Till next time.

Kind regards,

Singam Vijay
Customer Engagement Team
Phone: 1300 012 472
eMetric Pty Ltd trading as © Honesty Box ™ ABN 19 622 285 170

Copyright © 2018 Honesty Box, All rights reserved.
You’re receiving this email because you’re a participant in the CHOICE Broadband Performance Measuring Program., and the Honesty Box name and logo are copyright © and ™ eMetric Pty Ltd ABN 19 622 285 170

Our mailing address is:
Honesty Box
Suite 6, Level 2
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Darlinghurst, NSW 2010


Brilliant, I’ve had a look at the results per the link. So easy and so clear to see relevant bench marks for each service type and speed tier.

It will be interesting to see how these trend over time.

Is there any prospect for the future that we will be able to look at results by service connection point? I don’t know the most appropriate terminology. For FW it might be data for a particular tower or tower and cell/service segment. For FTTN it would be exchange and perhaps even mode, given there are variables at both connection points?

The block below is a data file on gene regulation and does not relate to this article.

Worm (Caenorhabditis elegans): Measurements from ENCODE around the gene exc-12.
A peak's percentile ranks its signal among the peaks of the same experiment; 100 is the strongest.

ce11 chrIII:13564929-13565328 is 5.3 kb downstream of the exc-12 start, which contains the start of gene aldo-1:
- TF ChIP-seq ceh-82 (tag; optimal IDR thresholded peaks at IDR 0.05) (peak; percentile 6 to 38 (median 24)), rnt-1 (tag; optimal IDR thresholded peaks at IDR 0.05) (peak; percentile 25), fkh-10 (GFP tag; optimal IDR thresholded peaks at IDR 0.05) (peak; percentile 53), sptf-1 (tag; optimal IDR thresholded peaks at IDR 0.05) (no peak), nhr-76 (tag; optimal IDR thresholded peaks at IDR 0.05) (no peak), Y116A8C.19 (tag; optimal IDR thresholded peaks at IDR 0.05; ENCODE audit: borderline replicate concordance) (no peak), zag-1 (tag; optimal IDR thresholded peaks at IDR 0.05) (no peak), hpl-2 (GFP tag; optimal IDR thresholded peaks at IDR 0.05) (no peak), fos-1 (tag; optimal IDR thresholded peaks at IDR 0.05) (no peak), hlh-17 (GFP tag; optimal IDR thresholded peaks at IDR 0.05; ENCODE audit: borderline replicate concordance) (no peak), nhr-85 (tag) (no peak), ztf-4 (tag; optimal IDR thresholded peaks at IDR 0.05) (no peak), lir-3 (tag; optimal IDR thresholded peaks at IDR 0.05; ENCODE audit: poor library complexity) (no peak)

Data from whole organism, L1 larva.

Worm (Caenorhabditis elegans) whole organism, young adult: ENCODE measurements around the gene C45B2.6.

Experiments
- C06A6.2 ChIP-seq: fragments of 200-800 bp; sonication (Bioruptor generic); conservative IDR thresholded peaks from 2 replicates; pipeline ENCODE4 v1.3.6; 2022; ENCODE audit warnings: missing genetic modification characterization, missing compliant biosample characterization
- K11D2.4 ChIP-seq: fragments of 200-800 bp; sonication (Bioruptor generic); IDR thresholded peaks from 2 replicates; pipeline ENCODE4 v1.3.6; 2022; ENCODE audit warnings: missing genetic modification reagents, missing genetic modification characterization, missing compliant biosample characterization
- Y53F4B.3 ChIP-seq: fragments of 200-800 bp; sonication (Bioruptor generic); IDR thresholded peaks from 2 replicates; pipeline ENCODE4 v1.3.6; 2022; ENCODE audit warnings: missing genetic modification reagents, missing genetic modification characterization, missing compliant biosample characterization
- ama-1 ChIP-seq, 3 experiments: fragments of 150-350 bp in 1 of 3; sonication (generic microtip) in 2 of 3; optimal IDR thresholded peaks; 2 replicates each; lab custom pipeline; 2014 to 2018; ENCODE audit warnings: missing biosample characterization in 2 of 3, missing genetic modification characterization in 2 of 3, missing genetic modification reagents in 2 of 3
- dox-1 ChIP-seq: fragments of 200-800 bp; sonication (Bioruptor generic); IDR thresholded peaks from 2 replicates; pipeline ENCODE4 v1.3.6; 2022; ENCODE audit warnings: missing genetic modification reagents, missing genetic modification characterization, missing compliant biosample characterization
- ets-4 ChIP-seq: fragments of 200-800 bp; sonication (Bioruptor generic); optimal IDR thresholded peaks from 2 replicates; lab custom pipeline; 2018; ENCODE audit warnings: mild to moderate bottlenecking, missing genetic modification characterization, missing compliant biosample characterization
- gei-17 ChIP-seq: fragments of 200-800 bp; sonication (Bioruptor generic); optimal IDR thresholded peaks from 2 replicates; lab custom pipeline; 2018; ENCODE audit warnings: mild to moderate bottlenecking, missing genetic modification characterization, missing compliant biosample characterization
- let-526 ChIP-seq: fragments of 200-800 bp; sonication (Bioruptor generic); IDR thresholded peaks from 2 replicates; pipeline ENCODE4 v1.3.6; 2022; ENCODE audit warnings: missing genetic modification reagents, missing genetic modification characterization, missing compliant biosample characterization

From previous NBN reports NBN Co are very much aware of which FW customers - towers are not performing. By their criteria? But there appears to be no access available to the source data that would enable independent assessment?


Sadly, still no satellite results, although realistically, it can’t tell me anything I don’t already know… about how crap it is! With no other options currently available, rural dwellers are stuck with it for now.


The more progress that is claimed the more things stay the same. Same old performance, same old mentality. ‘Whatever’ is apparently good enough for us mushrooms.


The ACCC have released the NBN Wholesale Market Indicators report that shows results up to March this year.

To read the “YourLifeChoices” article on the results see:

While the results show a marked increase in the 50 Mbps plans it also by logically assessing the data, shows the much poorer results that must be impacting those who cannot reliably achieve even 25/5 Mbps consistently eg Satellite users. While the report tries to say how good these improvements in speed tiers numbers are, the result must be a huge kick in the teeth for anyone (and that’s a lot of people) who can’t even dream of this.